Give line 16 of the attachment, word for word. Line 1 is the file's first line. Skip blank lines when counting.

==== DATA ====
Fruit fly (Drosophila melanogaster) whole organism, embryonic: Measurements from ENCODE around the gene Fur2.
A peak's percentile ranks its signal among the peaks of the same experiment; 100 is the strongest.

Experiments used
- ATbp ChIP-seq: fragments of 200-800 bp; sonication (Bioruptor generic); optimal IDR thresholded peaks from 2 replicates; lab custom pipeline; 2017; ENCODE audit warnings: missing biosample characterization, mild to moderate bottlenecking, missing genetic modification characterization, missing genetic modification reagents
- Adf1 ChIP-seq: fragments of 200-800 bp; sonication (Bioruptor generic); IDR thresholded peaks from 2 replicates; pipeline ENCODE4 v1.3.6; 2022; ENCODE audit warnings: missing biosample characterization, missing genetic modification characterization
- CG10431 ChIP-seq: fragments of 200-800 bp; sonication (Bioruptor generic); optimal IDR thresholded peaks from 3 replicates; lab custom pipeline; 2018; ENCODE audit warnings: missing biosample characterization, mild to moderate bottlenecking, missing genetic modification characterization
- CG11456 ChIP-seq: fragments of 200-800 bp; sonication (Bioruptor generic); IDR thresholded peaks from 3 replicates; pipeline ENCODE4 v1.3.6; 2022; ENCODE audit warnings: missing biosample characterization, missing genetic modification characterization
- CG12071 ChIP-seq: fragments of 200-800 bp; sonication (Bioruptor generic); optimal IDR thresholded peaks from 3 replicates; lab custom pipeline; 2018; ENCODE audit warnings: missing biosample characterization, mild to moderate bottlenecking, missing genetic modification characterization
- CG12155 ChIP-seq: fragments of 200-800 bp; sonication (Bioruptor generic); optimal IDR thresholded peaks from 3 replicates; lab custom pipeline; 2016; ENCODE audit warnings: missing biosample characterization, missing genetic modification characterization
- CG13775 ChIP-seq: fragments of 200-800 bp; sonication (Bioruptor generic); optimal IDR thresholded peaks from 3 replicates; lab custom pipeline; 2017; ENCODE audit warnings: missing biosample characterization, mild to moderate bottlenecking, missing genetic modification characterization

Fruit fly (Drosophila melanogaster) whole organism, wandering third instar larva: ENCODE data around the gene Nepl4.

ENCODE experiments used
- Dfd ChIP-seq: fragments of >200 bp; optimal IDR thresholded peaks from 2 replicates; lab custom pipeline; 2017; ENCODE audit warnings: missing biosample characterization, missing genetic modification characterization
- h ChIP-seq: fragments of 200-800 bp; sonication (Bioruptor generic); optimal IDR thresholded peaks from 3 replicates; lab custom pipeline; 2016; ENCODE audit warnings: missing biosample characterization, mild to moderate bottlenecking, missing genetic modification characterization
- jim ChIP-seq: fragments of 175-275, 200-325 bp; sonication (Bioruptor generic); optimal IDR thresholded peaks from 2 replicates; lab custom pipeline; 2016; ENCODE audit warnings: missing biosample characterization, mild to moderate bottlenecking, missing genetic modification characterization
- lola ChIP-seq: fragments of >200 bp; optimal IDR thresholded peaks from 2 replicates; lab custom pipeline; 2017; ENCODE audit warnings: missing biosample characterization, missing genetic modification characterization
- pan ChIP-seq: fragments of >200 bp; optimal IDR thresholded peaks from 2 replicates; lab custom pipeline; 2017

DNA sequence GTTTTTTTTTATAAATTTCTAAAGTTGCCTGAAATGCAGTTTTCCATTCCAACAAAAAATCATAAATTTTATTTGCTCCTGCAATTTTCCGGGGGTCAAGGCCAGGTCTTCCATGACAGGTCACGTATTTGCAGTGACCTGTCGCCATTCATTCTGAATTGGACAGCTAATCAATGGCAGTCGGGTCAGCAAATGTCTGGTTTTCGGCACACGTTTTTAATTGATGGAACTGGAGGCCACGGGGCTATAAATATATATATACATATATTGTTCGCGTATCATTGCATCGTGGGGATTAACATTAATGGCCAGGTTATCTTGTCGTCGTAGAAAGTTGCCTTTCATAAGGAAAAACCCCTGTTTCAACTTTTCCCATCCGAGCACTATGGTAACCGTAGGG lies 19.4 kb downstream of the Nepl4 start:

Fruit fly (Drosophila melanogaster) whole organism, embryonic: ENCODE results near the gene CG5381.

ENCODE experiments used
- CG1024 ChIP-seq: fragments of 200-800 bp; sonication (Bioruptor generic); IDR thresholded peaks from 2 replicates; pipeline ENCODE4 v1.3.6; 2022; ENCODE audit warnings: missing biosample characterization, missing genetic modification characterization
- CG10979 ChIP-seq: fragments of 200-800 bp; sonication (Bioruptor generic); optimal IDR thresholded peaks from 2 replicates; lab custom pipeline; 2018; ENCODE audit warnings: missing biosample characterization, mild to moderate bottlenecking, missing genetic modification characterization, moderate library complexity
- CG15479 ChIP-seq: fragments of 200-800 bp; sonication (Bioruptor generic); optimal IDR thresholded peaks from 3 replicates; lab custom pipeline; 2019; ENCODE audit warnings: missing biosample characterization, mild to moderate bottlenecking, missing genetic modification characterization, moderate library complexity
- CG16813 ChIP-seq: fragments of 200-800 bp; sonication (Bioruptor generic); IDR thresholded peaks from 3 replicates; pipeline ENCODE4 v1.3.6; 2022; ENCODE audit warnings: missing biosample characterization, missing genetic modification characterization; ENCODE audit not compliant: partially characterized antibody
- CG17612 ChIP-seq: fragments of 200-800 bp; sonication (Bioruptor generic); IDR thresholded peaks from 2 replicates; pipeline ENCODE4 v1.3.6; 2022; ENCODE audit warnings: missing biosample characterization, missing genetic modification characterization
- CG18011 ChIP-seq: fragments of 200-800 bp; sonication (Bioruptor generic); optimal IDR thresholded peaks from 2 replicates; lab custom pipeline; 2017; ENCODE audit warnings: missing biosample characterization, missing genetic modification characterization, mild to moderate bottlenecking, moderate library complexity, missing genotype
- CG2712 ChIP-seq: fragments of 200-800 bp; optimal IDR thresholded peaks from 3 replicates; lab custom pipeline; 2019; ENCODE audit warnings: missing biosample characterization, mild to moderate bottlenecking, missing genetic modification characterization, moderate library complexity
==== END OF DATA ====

- lola ChIP-seq: fragments of >200 bp; optimal IDR thresholded peaks from 2 replicates; lab custom pipeline; 2017; ENCODE audit warnings: missing biosample characterization, missing genetic modification characterization